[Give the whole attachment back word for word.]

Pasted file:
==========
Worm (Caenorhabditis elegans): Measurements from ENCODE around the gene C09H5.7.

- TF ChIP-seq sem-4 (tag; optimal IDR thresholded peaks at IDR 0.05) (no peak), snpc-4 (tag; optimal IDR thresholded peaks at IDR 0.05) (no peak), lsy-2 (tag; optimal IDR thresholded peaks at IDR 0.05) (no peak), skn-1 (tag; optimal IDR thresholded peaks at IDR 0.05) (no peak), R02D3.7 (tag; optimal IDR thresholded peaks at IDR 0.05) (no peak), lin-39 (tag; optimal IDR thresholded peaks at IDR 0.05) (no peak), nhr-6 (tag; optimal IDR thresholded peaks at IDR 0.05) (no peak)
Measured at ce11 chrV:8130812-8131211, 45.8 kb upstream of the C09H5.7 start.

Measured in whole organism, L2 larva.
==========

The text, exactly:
Worm (Caenorhabditis elegans): Measurements from ENCODE around the gene C09H5.7.

- TF ChIP-seq sem-4 (tag; optimal IDR thresholded peaks at IDR 0.05) (no peak), snpc-4 (tag; optimal IDR thresholded peaks at IDR 0.05) (no peak), lsy-2 (tag; optimal IDR thresholded peaks at IDR 0.05) (no peak), skn-1 (tag; optimal IDR thresholded peaks at IDR 0.05) (no peak), R02D3.7 (tag; optimal IDR thresholded peaks at IDR 0.05) (no peak), lin-39 (tag; optimal IDR thresholded peaks at IDR 0.05) (no peak), nhr-6 (tag; optimal IDR thresholded peaks at IDR 0.05) (no peak)
Measured at ce11 chrV:8130812-8131211, 45.8 kb upstream of the C09H5.7 start.

Measured in whole organism, L2 larva.